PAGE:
Slow closed-state inactivation: A novel mechanism underlying ramp currents in cells expressing the hNE/PN1 sodium channel

Theodore R. Cummins, James R. Howe, Stephen G. Waxman

Research output: Contribution to journalArticle

290 Scopus citations


To better understand why sensory neurons express voltage-gated Na+ channel isoforms that are different from those expressed in other types of excitable cells, we compared the properties of the hNE sodium channel [a human homolog of PN1, which is selectively expressed in dorsal root ganglion (DRG) neurons] with that of the skeletal muscle Na+ channel (hSkM1) [both expressed in human embryonic kidney (HEK293) cells]. Although the voltage dependence of activation was similar, the inactivation properties were different. The V 1/2 for steady-state inactivation was slightly more negative, and the rate of open-state inactivation was ~ 50% slower for hNE. However, the greatest difference was that closed-state inactivation and recovery from inactivation were up to fivefold slower for hNE than for hSkM1 channels. TTX- sensitive (TTX-S) currents in small DRG neurons also have slow closed-state inactivation, suggesting that hNE/PN1 contributes to this TTX-S current. Slow ramp depolarizations (0.25 mV/msec) elicited TTX-S persistent currents in cells expressing hNE channels, and in DRG neurons, but not in cells expressing hSkM1 channels. We propose that slow closed-state inactivation underlies these ramp currents. This conclusion is supported by data showing that divalent cations such as Cd2+ and Zn2+ (50-200 μM) slowed closed- state inactivation and also dramatically increased the ramp currents for DRG TTX-S currents and hNE channels but not for hSkM1 channels. The hNE and DRG TTX-S ramp currents activated near -65 mV and therefore could play an important role in boosting stimulus depolarizations in sensory neurons. These results suggest that differences in the kinetics of closed-state inactivation may confer distinct integrative properties on different Na+ channel isoforms.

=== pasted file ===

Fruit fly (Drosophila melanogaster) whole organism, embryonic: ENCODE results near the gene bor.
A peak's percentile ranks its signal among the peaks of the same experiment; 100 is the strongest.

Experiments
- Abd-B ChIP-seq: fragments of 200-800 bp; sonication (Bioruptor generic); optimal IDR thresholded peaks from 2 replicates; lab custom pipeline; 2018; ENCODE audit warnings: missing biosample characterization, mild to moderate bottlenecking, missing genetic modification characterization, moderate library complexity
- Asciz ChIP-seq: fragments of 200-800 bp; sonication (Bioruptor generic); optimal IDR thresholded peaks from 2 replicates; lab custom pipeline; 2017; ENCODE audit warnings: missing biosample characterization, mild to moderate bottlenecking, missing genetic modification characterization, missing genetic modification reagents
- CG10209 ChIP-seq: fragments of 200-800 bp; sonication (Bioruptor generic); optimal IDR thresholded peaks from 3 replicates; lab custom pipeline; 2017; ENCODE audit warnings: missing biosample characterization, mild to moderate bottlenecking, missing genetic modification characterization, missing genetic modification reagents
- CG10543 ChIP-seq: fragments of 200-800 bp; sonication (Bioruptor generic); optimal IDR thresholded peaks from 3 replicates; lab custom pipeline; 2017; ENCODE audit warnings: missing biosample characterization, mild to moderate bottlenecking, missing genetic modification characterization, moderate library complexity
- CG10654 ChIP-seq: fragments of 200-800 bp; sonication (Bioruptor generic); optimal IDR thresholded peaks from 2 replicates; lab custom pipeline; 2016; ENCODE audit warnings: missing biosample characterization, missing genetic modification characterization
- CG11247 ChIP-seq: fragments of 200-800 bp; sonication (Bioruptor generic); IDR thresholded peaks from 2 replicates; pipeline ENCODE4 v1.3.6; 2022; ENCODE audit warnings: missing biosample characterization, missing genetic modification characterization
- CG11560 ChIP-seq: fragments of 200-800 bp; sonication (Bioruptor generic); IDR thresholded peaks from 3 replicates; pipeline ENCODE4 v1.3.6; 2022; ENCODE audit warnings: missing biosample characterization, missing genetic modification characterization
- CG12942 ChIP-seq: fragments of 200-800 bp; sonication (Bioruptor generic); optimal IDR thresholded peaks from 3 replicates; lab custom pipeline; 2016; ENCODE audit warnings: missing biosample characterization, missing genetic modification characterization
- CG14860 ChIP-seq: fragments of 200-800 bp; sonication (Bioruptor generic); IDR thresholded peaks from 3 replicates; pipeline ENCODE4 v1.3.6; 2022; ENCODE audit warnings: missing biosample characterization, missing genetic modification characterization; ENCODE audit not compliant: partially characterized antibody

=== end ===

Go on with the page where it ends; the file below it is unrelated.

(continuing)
Original languageEnglish (US)
Pages (from-to)9607-9619
Number of pages13
JournalJournal of Neuroscience
Issue number23
StatePublished - Dec 1 1998
Externally publishedYes


  • Dorsal root ganglion
  • Excitability
  • Expression
  • Persistent current
  • Sodium channel
  • Tetrodotoxin

ASJC Scopus subject areas

  • Neuroscience(all)

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